My 78-year-old grandpa, who happens to be visiting from the midwest this past week, noted the following in the aftermath of USC's 73-67 overtime loss to Washington Wednesday night: "They're not bad, but not really that good either."
Well, that pretty much sums it up.
Against the Huskies, 'SC performed admirably in some respects, namely defense, while looking dismal in other facets of the game, namely offense.
They held a Washington team, which averaged 90.5 points per game beforehand, to just 73 on the evening and nearly under 40 percent shooting from the field. Credit coaching, scouting or whatever you choose, but with Marcus Simmons guarding a much smaller guard in the 5'9" Isaiah Thomas, the Trojans got off to a fast start, eventually building an early 16-4 lead.
That, however, was when things slowly fell apart, and apologies in advance, if you've read this script before.
Washington switched to a zone defense, and USC struggled as a result. For starters, they looked dumbfounded and incapable of exploiting any advantage. Despite several open 3-pointers, they missed a majority of them, going 5-for-21 from behind the arc on the game. Not only did they struggle in terms of shooting, but they also failed to utilize anything resembling an offense.
While Kevin O'Neill has often argued that his team's poor shooting has primarily contributed to dismal performances against zone defenses, I'd like to explore the contrary. Yes, 3-point shooting has been problematic, but when UW implemented a zone, USC not only missed shots but they also looked lost. They were confused and instead of attacking or running any sort of set plays, they appeared content at just dribbling and swinging the ball on the perimeter.
And part of the blame must to lie with coaching. At this point in his tenure, O'Neill's teams have to play better against the zone. Period. Since the beginning of last season, there have been no signs of progress. None.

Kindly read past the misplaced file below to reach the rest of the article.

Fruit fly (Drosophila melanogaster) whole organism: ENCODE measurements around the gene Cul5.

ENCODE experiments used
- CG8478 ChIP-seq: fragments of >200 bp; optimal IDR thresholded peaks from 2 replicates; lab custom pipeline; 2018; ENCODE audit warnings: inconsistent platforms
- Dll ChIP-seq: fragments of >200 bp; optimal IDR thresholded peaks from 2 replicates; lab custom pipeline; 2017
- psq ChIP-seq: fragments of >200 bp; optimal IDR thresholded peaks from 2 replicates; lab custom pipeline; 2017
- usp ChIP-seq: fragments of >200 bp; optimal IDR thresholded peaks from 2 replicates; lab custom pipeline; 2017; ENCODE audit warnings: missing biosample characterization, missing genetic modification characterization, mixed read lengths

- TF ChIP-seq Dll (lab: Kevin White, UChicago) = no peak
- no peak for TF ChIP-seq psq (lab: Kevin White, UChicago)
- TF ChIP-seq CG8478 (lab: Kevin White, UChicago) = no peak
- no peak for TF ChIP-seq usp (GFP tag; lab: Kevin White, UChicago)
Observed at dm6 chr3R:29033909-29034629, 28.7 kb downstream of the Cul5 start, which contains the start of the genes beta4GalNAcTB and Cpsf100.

But what may remain most odd about the recent stretch of games is O'Neill's substitution patterns. Towards the end of the game against Lehigh Dec. 23, O'Neill chose to keep his starters in the game despite a 20-point lead. As an unintended consequence, Fontan tweaked an ankle, which limited him against Washington, begging the question as to why O'Neill has refused to empty his bench towards the end of blowouts, especially considering this team's lack of depth.
Interestingly enough, O'Neill has shortened his rotation in the wake of Fontan's arrival despite the flexibility that he brings to the lineup. On Wednesday, Bryce Jones played just five minutes, while fellow freshman Garrett Jackson failed to log any playing time. Again, why? In big games, it appears as if O'Neill is actually more inclined to shorten his bench and simply live and die with the starters. When Nikola Vucevic drops 28 points, it's fine, but I'm not so sure it benefits the team as a whole. Four Trojans played at least 41 minutes Wednesday, and in overtime, the team's fatigue showed, particularly Stepheson. Therefore, why not spell Stepheson by playing Jackson for a few minutes in the first half? It doesn't make a ton of sense not to.
Following the team's five-game losing streak to finish last season, O'Neill attributed his team's struggles to an inability to beat a zone defense and fatigue. Yet, based on what I have seen this past week, I'm not sure anything suggests that the final stretch of 2011 will be a whole lot different.